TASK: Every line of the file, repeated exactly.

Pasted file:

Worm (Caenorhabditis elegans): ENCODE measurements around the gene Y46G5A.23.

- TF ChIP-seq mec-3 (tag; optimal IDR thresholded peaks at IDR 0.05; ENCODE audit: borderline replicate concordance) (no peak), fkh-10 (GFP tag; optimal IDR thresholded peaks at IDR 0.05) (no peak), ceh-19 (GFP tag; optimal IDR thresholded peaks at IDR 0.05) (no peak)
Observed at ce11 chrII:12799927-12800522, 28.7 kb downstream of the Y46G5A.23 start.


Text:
Worm (Caenorhabditis elegans): ENCODE measurements around the gene Y46G5A.23.

- TF ChIP-seq mec-3 (tag; optimal IDR thresholded peaks at IDR 0.05; ENCODE audit: borderline replicate concordance) (no peak), fkh-10 (GFP tag; optimal IDR thresholded peaks at IDR 0.05) (no peak), ceh-19 (GFP tag; optimal IDR thresholded peaks at IDR 0.05) (no peak)
Observed at ce11 chrII:12799927-12800522, 28.7 kb downstream of the Y46G5A.23 start.